It is no surprise then that many of the conversations ongoing in Singapore prompt tears and extraordinary openness from people so often denied respect. How daunting and exhilarating then is my task – to write fictional work responding to this stimulus, and begin work on embodying these voices.

22/9/17:

Ideas from the interviews are reversed or reinvented, Peter, Grace and Lee Lee Lim advise me on the use of Mandarin, Hokkien and Singlish vocabulary, which help make the rhythms and cadences of the dialogue more Singaporean. The collaboration is shaping into a dialogue, resulting in a series of vibrant, multimedia monologues inspired by lived experience, layering theatrical languages and utilising captioning, integrated audio description and visual language in the aesthetics of access, a first for Singapore. We realise there are seven spoken and signed languages in use in the rehearsal room, reflecting the multicultural diversity and linguistic complexity of Singapore. I feel we’re exploring how stories change in different cultures, languages and contexts…. How do we ‘speak’ to each other?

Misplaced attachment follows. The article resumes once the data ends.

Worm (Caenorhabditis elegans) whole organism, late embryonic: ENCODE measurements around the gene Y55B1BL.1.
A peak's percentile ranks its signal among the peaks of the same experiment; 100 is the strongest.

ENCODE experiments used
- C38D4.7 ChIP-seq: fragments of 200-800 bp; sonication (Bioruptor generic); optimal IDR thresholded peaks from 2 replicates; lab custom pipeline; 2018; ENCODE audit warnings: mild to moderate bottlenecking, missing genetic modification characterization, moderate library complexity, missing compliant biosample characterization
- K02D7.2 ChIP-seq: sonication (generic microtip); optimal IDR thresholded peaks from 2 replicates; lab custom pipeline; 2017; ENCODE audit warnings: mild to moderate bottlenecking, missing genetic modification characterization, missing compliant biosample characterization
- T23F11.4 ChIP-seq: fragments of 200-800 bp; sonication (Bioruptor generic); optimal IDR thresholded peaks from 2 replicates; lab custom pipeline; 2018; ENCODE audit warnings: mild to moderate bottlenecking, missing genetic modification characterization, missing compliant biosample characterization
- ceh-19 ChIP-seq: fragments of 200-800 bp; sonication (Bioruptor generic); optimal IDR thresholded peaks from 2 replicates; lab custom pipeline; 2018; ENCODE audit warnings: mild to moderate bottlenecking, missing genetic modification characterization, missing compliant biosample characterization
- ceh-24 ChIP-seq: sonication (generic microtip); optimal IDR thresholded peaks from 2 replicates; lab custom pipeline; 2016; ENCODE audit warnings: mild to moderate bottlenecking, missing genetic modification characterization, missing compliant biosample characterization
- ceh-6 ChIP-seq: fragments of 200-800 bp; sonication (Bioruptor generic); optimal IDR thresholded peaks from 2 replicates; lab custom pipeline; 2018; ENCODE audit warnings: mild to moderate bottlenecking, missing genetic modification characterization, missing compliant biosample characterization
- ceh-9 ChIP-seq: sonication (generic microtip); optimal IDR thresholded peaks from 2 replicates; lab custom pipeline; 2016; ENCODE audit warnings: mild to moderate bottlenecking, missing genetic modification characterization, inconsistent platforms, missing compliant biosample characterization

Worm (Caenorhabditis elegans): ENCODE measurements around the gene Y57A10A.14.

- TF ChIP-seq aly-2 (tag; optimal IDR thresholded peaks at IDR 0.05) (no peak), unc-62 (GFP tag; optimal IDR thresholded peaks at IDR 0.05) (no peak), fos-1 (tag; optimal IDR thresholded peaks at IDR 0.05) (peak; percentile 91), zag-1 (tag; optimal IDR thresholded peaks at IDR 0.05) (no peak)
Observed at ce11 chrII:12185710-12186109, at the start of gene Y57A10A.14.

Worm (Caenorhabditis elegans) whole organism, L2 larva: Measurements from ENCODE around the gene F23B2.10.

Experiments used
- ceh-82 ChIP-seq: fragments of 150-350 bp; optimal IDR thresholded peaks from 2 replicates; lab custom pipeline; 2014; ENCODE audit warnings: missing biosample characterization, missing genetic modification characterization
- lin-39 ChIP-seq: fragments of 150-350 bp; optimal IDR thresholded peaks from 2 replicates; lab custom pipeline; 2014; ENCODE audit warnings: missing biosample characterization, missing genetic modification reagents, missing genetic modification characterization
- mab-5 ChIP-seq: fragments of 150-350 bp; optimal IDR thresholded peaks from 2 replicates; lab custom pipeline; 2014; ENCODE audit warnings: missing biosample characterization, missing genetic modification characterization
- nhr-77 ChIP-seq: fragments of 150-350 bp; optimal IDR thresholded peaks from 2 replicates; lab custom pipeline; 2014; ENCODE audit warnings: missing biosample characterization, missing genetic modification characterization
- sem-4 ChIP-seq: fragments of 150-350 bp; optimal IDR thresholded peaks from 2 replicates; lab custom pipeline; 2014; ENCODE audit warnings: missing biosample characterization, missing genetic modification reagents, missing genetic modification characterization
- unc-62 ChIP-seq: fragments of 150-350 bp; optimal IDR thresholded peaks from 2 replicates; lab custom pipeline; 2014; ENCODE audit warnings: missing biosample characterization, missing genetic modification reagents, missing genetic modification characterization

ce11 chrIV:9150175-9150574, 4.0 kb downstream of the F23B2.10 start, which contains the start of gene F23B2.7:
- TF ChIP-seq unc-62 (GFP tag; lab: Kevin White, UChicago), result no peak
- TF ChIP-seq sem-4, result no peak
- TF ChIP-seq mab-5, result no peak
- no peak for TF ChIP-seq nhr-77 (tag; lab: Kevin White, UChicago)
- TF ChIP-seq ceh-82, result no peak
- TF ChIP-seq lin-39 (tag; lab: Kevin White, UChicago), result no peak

25/9/17:

I write a choral monologue to be explored in spoken, projected and visual language.

Be like water. Be like a river. You dip a bowl into the river and the river fills it and becomes the bowl. Pour into a pot, it becomes the pot. Treat with fire and it becomes steam…. This is how you will be. Unstoppable. Fluid. Powerful.
.

The day I need to submit this diary, just one week after meeting and four days before our in progress sharing, the inclusive company has come together with a startling cohesion. Peter’s team is filled with committed individuals keen to bring about change. Monologues that seemed too edgy and politically challenging on first reading now rise off the page, owned. The sense of pride and celebration is tangible. Sara asks Danial Bawthan, one of our emerging disabled performers, how he is finding the process. ‘Priceless,’ he says. ‘I want to be that water, the water that goes into that bowl.’